, Volume 123, Issue 4, pp 315–319

Steady-state plasma levels of nortriptyline and its 10-hydroxy metabolite: relationship to theCYP2D6 genotype

  • M. -L. Dahl
  • L. Bertilsson
  • C. Nordin
Original Investigation

DOI: 10.1007/BF02246640

Cite this article as:
Dahl, M.L., Bertilsson, L. & Nordin, C. Psychopharmacology (1996) 123: 315. doi:10.1007/BF02246640


The relationship between theCYP2D6 genotype and the steady state plasma levels of nortriptyline (NT), its main active metabolite 10-hydroxynortriptyline (10-OH-NT) and the NT/10-OH-NT ratio were studied in 21 Caucasian depressed patients treated with 100–150 mg NT daily. The patients had participated in a previously published study investigating the role of NT and 10-OH-NT for the therapeutic effect of NT, and the plasma level data were from that study. In the present follow-up study, the patients were genotyped with respect to the polymorphicCYP2D6 by allelespecific PCR amplification andEcoRIRFLP. One poor metabolizer (PM) was identified and she had the highest plasma concentration of NT. Among the 20 extensive metabolizers (EM), the genotype (homozygous versus heterozygous EM) alone was not found to explain the variance in dose-corrected NT concentrations, but contributed significantly when gender was also taken into account. Together, these factors accounted for 59% of the variability in NT levels. Female patients had higher plasma levels of NT than male patients. 10-OH-NT levels were influenced by genotype, and NT/10-OH-NT ratio by genotype and gender. The present follow-up study confirms a relationship between theCYP2D6 genotype and the plasma levels of NT and its active metabolite. Identification of PM by genotyping should be of value for the prediction of the plasma levels and, consequently, the lower than average dose of NT required for optimal therapy. Also among EM, the genotype contributes to the variability in NT and 10-OH-NT levels but alone is of limited practical value for the prediction of optimal dosage.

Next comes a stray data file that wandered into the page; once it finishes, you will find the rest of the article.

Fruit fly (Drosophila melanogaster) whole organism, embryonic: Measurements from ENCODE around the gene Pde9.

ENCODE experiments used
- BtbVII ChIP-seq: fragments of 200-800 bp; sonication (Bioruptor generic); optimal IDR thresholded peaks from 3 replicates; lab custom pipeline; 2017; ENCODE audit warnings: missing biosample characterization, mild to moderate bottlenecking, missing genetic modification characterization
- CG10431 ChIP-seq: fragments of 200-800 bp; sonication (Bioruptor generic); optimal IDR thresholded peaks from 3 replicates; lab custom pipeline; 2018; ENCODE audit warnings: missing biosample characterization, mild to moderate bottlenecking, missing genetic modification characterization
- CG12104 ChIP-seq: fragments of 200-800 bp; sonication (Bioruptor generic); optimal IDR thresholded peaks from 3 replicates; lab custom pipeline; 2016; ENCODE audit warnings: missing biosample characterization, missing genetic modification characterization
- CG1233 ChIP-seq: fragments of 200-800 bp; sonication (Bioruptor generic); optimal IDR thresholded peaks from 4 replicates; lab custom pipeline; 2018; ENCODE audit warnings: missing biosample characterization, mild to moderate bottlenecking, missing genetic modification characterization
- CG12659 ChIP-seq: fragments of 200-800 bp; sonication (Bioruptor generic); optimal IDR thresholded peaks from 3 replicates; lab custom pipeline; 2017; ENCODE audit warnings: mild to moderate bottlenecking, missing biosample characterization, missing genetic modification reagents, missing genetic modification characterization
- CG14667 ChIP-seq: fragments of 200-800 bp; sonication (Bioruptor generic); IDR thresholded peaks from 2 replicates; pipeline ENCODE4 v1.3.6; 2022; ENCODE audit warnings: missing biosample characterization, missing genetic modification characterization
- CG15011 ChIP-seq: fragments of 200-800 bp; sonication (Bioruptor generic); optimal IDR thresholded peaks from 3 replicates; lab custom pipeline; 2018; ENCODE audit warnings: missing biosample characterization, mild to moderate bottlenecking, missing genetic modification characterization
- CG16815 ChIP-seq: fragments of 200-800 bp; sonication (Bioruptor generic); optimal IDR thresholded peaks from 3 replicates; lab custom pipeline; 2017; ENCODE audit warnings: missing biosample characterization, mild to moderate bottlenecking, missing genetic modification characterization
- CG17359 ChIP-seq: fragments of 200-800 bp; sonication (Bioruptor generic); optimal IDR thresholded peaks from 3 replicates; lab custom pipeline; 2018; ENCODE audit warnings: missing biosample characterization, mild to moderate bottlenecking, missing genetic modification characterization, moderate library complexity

Key words

Nortriptyline 10-Hydroxynortriptyline CYP2D6 phenotype CYP2D6 genotype Debrisoquine Genetic polymorphism 

Copyright information

© Springer-Verlag 1996

Authors and Affiliations

  • M. -L. Dahl
    • 1
  • L. Bertilsson
    • 1
  • C. Nordin
    • 2
    • 3
  1. 1.Department of Medical Laboratory Sciences and Technology, Division of Clinical Pharmacology, Karolinska InstitutetHuddinge University HospitalHuddingeSweden
  2. 2.Department of Clinical Neuroscience and Family Medicine, Division of Psychiatry, Karolinska Institutet, HuddingeUniversity HospitalHuddingeSweden
  3. 3.Department of PsychiatryUniversity HospitalLinköpingSweden

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